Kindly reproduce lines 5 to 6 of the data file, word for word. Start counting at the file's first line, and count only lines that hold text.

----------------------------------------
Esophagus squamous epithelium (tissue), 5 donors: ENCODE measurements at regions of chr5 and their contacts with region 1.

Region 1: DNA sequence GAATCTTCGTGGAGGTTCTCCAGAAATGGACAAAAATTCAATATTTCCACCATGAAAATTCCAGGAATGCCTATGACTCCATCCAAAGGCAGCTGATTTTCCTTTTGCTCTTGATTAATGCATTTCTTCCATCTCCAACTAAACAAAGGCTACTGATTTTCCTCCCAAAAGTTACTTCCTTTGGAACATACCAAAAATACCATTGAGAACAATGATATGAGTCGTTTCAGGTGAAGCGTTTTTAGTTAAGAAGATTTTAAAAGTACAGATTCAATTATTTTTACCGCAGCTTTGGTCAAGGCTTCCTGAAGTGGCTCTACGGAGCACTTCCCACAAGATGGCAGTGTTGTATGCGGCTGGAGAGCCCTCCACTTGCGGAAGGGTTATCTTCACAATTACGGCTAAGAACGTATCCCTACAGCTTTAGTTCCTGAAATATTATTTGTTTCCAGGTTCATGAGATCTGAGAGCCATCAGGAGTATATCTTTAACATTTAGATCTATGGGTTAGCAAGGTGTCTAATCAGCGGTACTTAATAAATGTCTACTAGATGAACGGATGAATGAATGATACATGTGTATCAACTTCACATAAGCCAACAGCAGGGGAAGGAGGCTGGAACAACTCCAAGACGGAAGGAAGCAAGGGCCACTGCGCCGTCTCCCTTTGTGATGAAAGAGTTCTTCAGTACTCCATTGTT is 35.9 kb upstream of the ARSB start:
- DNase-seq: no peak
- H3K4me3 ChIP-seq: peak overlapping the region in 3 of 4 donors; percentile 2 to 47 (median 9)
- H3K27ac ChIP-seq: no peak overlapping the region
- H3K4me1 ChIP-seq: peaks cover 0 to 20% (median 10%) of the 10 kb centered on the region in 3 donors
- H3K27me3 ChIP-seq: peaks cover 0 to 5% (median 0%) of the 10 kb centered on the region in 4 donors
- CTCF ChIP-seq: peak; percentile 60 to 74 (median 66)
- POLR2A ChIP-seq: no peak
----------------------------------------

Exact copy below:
- H3K27ac ChIP-seq: no peak overlapping the region
- H3K4me1 ChIP-seq: peaks cover 0 to 20% (median 10%) of the 10 kb centered on the region in 3 donors